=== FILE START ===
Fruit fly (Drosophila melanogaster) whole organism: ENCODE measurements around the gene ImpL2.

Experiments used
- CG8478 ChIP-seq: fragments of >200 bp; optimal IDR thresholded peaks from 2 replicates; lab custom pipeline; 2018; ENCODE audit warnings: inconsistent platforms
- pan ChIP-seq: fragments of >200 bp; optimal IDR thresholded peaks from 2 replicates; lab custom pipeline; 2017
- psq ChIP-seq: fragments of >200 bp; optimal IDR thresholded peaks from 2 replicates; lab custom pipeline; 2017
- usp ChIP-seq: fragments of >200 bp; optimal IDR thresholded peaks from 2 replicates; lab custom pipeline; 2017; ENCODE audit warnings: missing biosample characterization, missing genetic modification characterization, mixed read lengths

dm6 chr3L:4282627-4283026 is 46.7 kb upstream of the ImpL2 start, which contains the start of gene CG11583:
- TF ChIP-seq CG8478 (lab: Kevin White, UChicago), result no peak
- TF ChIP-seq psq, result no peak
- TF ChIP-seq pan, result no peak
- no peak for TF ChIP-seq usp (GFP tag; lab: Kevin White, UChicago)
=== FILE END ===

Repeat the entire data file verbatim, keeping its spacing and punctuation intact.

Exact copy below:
Fruit fly (Drosophila melanogaster) whole organism: ENCODE measurements around the gene ImpL2.

Experiments used
- CG8478 ChIP-seq: fragments of >200 bp; optimal IDR thresholded peaks from 2 replicates; lab custom pipeline; 2018; ENCODE audit warnings: inconsistent platforms
- pan ChIP-seq: fragments of >200 bp; optimal IDR thresholded peaks from 2 replicates; lab custom pipeline; 2017
- psq ChIP-seq: fragments of >200 bp; optimal IDR thresholded peaks from 2 replicates; lab custom pipeline; 2017
- usp ChIP-seq: fragments of >200 bp; optimal IDR thresholded peaks from 2 replicates; lab custom pipeline; 2017; ENCODE audit warnings: missing biosample characterization, missing genetic modification characterization, mixed read lengths

dm6 chr3L:4282627-4283026 is 46.7 kb upstream of the ImpL2 start, which contains the start of gene CG11583:
- TF ChIP-seq CG8478 (lab: Kevin White, UChicago), result no peak
- TF ChIP-seq psq, result no peak
- TF ChIP-seq pan, result no peak
- no peak for TF ChIP-seq usp (GFP tag; lab: Kevin White, UChicago)